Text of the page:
David Barber from AR & SL Good, Wantage
The Warborough Ewes are a composite based on Finn Dorsets and Milksheep, of which the best are bred to keep for replacements and the rest are crossed with Suffolk or Charollais terminal sires. Breeding ewes are AI’d so that they lamb in December, with ewe lambs and returns mated naturally to lamb in January.
The aim being to produce young prime lambs for butchers to sell on the early Spring & Easter market. This year, 1250 ewes lambed in the first 2 weeks of December and 650 will lamb in January, of which they should produce about 500 replacement ewe lambs and 3000 slaughter lambs to sell from early March through to the end of May.
The manager, David Barber, has been at Warborough Farm for 30 years, he and his team, AI the ewes in July themselves. This enables them to use top quality Indexed Sires, over a large number of ewes and this allows the control of the breeding of those ewes producing the replacements.
These lambs are then double tagged at birth, using the TagFaster System, which has been the practice for the past 3 years.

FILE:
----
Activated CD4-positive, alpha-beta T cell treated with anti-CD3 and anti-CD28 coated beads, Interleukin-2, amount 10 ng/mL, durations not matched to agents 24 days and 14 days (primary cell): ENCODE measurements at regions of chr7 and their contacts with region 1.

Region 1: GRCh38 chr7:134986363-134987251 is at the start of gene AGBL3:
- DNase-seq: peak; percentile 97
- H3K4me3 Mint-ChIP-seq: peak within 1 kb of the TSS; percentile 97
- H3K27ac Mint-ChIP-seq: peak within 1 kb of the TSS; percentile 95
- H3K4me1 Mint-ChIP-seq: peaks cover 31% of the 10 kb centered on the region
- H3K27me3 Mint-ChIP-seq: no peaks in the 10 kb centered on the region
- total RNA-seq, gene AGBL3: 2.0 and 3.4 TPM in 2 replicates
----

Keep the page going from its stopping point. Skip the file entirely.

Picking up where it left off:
AI also helps manage the number of ewes lambing each day, this year with an 85% conception rate, about 100 ewes lambed each day over the 2 weeks in December.
At lambing time Ewe Lambs are only left to rear 1 lamb, so any extra lambs from them or other ewes are reared on a milk machine, these lambs are then tagged using single TagFaster tags to help monitor and manage the progress of them.
All lambs are reared indoors on mum with access to creep, they are then weaned at 6 or 7 weeks and are then finished indoors on ad-lib creep and straw.
The Ewes are dried off on hay then put out to grass in the Spring. Slaughter lambs are tagged with a single slaughter tag using the TagFaster system, once they have been selected and are then transported by trailer direct to the abattoir.
Carcasses average about 19.5kg with most being U R 3L & 3H, they are then sold to butchers giving them a high quality British product to sell.
“We have been using Roxan tags since 2002, at which time we started with the Adamatic Tag, this was to help save time when tagging lambs for slaughter.
Previously it was another person’s job just to load the pliers with a conventional single tag system, so this did save a lot of time and money when tagging 3000 lambs.
In 2010 we started using the TagFaster single batch tags for slaughter lambs, which we found to be a much simpler and faster system.
We did have a few teething problems at first where we found that the thinner pins were breaking, but this has now been addressed with a new thicker pin.
With these improvements we are now confident of being able to double tag our breeding stock at birth, with their life time identifier which saves a lot of time and money, as we don’t have to re-tag ewe lambs later in life.”